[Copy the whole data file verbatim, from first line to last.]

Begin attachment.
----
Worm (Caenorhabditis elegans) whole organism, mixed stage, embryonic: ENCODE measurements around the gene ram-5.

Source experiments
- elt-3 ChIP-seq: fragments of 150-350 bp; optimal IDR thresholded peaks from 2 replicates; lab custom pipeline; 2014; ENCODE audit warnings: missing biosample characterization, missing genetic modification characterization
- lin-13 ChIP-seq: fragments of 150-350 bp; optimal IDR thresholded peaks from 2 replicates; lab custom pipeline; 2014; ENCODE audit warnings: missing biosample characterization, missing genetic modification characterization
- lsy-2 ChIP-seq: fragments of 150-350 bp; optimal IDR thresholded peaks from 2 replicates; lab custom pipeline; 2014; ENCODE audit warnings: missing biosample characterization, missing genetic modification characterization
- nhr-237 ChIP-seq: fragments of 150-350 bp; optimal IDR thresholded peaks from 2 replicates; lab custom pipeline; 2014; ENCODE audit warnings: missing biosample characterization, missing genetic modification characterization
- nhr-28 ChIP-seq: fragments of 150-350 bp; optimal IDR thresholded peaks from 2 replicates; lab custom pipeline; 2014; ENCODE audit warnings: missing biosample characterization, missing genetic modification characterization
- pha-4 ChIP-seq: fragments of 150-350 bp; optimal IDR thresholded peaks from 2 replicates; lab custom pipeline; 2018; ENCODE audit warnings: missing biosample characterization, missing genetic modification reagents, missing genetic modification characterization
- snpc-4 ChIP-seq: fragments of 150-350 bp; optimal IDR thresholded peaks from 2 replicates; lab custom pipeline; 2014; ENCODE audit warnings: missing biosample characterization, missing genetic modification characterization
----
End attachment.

Worm (Caenorhabditis elegans) whole organism, mixed stage, embryonic: ENCODE measurements around the gene ram-5.

Source experiments
- elt-3 ChIP-seq: fragments of 150-350 bp; optimal IDR thresholded peaks from 2 replicates; lab custom pipeline; 2014; ENCODE audit warnings: missing biosample characterization, missing genetic modification characterization
- lin-13 ChIP-seq: fragments of 150-350 bp; optimal IDR thresholded peaks from 2 replicates; lab custom pipeline; 2014; ENCODE audit warnings: missing biosample characterization, missing genetic modification characterization
- lsy-2 ChIP-seq: fragments of 150-350 bp; optimal IDR thresholded peaks from 2 replicates; lab custom pipeline; 2014; ENCODE audit warnings: missing biosample characterization, missing genetic modification characterization
- nhr-237 ChIP-seq: fragments of 150-350 bp; optimal IDR thresholded peaks from 2 replicates; lab custom pipeline; 2014; ENCODE audit warnings: missing biosample characterization, missing genetic modification characterization
- nhr-28 ChIP-seq: fragments of 150-350 bp; optimal IDR thresholded peaks from 2 replicates; lab custom pipeline; 2014; ENCODE audit warnings: missing biosample characterization, missing genetic modification characterization
- pha-4 ChIP-seq: fragments of 150-350 bp; optimal IDR thresholded peaks from 2 replicates; lab custom pipeline; 2018; ENCODE audit warnings: missing biosample characterization, missing genetic modification reagents, missing genetic modification characterization
- snpc-4 ChIP-seq: fragments of 150-350 bp; optimal IDR thresholded peaks from 2 replicates; lab custom pipeline; 2014; ENCODE audit warnings: missing biosample characterization, missing genetic modification characterization